File - Palestinian and Lebanese Islamists protest in the northern Palestinian refugee camp of Beddawi, Monday, Dec. 3, 2012. (The Daily Star/Stringer)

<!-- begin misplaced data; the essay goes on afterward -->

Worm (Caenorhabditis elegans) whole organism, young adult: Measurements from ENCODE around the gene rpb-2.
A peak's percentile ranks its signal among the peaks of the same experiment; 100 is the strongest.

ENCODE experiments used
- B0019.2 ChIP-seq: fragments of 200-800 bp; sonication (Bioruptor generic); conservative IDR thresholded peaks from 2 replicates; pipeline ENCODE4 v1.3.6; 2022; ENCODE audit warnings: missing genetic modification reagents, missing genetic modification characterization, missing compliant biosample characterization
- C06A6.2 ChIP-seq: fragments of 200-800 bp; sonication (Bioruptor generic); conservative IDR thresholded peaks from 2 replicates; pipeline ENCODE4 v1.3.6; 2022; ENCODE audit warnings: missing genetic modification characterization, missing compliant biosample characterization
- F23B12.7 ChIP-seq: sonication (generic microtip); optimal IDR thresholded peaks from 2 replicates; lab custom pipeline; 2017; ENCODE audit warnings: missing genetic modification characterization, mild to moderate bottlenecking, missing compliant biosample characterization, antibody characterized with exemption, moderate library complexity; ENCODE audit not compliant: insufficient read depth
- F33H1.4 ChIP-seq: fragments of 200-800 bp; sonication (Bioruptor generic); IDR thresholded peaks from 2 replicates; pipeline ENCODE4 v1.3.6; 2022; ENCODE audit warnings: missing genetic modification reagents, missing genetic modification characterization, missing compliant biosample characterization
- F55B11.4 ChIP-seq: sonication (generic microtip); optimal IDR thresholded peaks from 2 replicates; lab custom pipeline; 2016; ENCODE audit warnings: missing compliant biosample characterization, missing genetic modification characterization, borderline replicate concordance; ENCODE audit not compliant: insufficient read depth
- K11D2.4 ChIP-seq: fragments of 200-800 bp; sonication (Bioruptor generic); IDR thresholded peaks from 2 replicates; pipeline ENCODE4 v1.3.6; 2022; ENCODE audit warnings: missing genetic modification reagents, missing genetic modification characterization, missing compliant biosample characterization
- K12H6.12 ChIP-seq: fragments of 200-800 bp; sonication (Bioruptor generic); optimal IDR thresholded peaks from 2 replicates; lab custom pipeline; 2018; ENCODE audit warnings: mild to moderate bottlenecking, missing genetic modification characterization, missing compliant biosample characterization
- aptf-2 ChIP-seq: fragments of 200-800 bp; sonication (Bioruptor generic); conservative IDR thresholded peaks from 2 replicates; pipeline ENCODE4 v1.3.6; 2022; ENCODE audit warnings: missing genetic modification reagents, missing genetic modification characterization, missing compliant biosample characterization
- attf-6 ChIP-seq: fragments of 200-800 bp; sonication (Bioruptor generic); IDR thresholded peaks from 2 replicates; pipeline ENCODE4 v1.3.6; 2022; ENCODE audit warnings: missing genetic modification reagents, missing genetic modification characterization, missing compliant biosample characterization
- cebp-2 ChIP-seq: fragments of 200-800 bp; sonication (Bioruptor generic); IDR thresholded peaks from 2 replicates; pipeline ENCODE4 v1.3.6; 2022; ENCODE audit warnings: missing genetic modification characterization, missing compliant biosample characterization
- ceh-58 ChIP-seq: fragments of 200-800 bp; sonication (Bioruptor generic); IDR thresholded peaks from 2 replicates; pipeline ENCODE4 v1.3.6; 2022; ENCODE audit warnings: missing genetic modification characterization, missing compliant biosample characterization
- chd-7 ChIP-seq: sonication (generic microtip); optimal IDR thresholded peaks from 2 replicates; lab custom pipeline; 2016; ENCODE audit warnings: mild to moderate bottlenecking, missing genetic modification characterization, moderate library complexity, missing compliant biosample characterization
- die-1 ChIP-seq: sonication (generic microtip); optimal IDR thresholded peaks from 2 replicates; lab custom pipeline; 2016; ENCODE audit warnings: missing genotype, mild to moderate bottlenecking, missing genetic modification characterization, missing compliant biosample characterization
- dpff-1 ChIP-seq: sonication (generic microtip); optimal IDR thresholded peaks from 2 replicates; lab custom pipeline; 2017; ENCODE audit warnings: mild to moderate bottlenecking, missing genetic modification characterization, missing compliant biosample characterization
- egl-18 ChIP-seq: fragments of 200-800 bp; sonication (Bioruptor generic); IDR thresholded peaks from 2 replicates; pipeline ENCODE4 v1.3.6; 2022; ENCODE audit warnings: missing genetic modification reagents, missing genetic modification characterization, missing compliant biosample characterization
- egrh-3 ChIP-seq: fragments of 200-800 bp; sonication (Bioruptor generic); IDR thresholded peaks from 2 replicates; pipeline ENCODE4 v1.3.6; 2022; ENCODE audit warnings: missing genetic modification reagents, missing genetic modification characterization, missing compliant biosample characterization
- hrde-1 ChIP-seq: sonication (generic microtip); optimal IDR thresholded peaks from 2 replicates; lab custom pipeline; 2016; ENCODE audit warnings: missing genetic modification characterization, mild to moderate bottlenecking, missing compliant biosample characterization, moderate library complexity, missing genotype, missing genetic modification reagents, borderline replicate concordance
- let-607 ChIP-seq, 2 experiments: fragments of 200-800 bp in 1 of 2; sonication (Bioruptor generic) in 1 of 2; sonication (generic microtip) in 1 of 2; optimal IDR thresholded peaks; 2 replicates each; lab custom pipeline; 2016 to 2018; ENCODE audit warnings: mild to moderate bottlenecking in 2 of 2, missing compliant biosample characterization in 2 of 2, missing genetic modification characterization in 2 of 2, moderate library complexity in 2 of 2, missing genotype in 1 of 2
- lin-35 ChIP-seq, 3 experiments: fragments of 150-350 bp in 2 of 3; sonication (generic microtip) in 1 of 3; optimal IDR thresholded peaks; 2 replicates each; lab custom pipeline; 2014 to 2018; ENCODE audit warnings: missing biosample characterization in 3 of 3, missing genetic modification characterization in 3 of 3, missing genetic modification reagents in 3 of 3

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In Beddawi, Lebanese military presence ends where the flutter of Al-Qaeda's, and now the Islamic State's, black and white flags begin.The area, particularly the neighborhood of Mankoubine, has a reputation in the last three years for being a wellspring of Lebanese jihadists, the families of whom remain insulated and highly suspicious of outsiders, especially the media.With the Army's security plan in effect, local sentiment toward the government has hardened, giving credence, as they see it, to conspiratorial notions about Iranian influence.Hay, better known with his nom du guerre Abu Hafes al-Lubnani (The Lebanese Abu Hafes), was one of five children. Dib's family has a long history of criminal activity.Dib says Hassan was in Lebanon temporarily, only crossing paths once. Dib also has two grandsons who carried out a joint suicide operation against Syrian regime forces in Qalaat al-Hosn, fighting for the now dismantled battalion Jund al-Sham.For Dib, the charges are an attack on his family by the authorities.
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